Crank by Ellen Hopkins
Format: Paperback, 537 pages
Published: Margaret K. McElderry, August 6th 2013
GOODREADS | AMAZON
Kristina Snow is the perfect daughter: high school junior, quiet, never any trouble. Then, Kristina meets the monster: crank. And what begins as a wild ecstatic ride turns into a struggle through hell for her mind, her soul — her life.
This is the story of a young girl, Kristina, and how the usage of drugs affects her life. We follow her through dealing with relationships, inner conflict, and family issues on this emotional roller coaster (I’m surprised I didn’t cry though). The plot was very simple, meaning that there weren’t any complex subplots or anything. I’m not particularly fond of the ending, but I suppose that’s why there are two other books in the series. Although I feel like the next installments will kind of drag it out. I would have been fine with another fifty pages to wrap up this story, but that could just be me. Admittedly, I’m not too rushed to read the next books.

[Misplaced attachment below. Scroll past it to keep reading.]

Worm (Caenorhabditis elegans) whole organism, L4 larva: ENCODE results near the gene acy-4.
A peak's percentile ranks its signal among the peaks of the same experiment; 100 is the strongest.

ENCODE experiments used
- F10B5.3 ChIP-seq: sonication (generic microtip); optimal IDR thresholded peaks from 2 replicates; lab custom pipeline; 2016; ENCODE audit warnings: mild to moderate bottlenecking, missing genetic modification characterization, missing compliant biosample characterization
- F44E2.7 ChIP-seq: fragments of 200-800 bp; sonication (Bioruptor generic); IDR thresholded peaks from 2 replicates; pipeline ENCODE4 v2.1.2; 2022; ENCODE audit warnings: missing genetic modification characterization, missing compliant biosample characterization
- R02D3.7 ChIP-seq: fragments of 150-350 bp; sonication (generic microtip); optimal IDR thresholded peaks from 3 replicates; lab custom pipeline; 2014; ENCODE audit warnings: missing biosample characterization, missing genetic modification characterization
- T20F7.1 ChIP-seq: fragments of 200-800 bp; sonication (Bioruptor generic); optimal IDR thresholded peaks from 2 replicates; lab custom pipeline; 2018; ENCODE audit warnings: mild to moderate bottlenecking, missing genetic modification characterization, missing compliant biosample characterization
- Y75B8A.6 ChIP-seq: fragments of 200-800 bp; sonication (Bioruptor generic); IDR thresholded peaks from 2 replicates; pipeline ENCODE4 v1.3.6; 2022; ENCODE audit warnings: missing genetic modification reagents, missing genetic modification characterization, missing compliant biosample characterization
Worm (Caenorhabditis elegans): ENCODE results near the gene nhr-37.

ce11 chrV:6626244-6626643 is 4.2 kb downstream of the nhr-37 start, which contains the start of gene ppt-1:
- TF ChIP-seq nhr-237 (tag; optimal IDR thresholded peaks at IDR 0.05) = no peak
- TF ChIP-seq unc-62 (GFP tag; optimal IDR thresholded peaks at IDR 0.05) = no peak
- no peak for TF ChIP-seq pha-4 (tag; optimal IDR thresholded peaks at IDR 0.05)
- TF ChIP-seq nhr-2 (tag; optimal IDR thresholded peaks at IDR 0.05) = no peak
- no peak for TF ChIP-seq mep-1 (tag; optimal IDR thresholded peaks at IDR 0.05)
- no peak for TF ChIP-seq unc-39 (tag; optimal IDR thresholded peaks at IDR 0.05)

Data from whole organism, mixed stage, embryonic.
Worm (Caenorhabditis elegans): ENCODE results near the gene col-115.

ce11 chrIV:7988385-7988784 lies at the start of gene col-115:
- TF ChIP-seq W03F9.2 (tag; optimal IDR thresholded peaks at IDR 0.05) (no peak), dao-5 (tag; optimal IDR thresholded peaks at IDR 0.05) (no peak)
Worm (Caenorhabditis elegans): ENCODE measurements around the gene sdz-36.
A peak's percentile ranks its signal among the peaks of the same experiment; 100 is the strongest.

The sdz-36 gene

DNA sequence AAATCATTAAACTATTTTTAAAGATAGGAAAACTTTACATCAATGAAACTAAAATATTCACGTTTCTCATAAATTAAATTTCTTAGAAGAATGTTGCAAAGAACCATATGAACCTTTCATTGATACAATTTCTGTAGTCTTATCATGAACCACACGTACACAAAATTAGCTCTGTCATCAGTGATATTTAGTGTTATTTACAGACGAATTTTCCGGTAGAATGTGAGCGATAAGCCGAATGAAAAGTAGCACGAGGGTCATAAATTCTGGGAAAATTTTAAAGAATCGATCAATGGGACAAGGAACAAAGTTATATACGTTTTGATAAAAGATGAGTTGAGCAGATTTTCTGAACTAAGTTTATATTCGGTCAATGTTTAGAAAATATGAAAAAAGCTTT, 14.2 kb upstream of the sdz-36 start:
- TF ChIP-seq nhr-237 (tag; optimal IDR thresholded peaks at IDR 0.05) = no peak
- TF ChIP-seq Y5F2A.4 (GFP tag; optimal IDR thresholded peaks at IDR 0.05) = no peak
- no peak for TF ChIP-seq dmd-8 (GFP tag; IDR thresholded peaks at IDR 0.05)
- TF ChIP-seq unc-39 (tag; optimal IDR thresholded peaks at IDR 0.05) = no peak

The character development in this book was well done in my opinion. There were tons of characters who played a role in overall plot, but I found that there was really only one primary character: Kristina. Although she isn’t someone I’d be likely to associate myself with in real life, I felt strongly connected to her. Every time her repetitive loop of progression and regression reached around to the former, I felt like rooting for her. Every time she would succumb to the monster’s claws, my heart would clench.
Opening up the book, I could just tell that reading it was going to be a brand new experience. The entire book is written in verse! Ellen Hopkins’ writing is rash at times, and deeply profound at others. In addition to stylistic choices here and there, it adds an interesting effect to the overall storytelling aspect of the book.
This was a memorable story. It’s easy to read, has interesting characters, and is beautifully written. I definitely recommend it to those who enjoy reading contemporary or realistic fiction.
Have you read this book, or are planning to read it? Let me know in the comments below!